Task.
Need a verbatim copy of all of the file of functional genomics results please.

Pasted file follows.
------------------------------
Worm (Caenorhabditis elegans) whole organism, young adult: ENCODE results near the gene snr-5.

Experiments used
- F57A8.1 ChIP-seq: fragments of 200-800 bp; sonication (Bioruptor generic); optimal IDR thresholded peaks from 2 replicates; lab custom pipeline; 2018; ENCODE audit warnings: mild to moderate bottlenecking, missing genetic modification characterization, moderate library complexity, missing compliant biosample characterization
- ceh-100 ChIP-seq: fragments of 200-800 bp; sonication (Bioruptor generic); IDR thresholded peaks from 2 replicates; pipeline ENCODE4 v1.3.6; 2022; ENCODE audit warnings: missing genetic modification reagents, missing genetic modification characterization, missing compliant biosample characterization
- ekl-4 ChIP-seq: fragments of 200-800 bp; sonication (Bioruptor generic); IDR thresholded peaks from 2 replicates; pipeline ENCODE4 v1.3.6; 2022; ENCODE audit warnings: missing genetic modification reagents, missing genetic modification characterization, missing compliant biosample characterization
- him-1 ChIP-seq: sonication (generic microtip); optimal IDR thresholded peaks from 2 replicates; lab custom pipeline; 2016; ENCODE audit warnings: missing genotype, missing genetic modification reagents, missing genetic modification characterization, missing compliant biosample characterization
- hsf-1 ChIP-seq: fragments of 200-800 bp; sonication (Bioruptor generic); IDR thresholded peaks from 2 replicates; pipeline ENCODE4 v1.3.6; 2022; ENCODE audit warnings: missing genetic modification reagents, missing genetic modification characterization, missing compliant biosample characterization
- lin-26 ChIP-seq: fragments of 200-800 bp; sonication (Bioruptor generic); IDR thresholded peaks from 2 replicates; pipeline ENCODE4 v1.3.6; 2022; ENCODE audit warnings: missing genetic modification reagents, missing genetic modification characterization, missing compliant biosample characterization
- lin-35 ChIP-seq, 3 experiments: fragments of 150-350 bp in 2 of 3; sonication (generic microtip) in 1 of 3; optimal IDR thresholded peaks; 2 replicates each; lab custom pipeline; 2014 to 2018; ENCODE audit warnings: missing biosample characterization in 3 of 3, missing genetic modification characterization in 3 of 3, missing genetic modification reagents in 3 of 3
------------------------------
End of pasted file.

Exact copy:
Worm (Caenorhabditis elegans) whole organism, young adult: ENCODE results near the gene snr-5.

Experiments used
- F57A8.1 ChIP-seq: fragments of 200-800 bp; sonication (Bioruptor generic); optimal IDR thresholded peaks from 2 replicates; lab custom pipeline; 2018; ENCODE audit warnings: mild to moderate bottlenecking, missing genetic modification characterization, moderate library complexity, missing compliant biosample characterization
- ceh-100 ChIP-seq: fragments of 200-800 bp; sonication (Bioruptor generic); IDR thresholded peaks from 2 replicates; pipeline ENCODE4 v1.3.6; 2022; ENCODE audit warnings: missing genetic modification reagents, missing genetic modification characterization, missing compliant biosample characterization
- ekl-4 ChIP-seq: fragments of 200-800 bp; sonication (Bioruptor generic); IDR thresholded peaks from 2 replicates; pipeline ENCODE4 v1.3.6; 2022; ENCODE audit warnings: missing genetic modification reagents, missing genetic modification characterization, missing compliant biosample characterization
- him-1 ChIP-seq: sonication (generic microtip); optimal IDR thresholded peaks from 2 replicates; lab custom pipeline; 2016; ENCODE audit warnings: missing genotype, missing genetic modification reagents, missing genetic modification characterization, missing compliant biosample characterization
- hsf-1 ChIP-seq: fragments of 200-800 bp; sonication (Bioruptor generic); IDR thresholded peaks from 2 replicates; pipeline ENCODE4 v1.3.6; 2022; ENCODE audit warnings: missing genetic modification reagents, missing genetic modification characterization, missing compliant biosample characterization
- lin-26 ChIP-seq: fragments of 200-800 bp; sonication (Bioruptor generic); IDR thresholded peaks from 2 replicates; pipeline ENCODE4 v1.3.6; 2022; ENCODE audit warnings: missing genetic modification reagents, missing genetic modification characterization, missing compliant biosample characterization
- lin-35 ChIP-seq, 3 experiments: fragments of 150-350 bp in 2 of 3; sonication (generic microtip) in 1 of 3; optimal IDR thresholded peaks; 2 replicates each; lab custom pipeline; 2014 to 2018; ENCODE audit warnings: missing biosample characterization in 3 of 3, missing genetic modification characterization in 3 of 3, missing genetic modification reagents in 3 of 3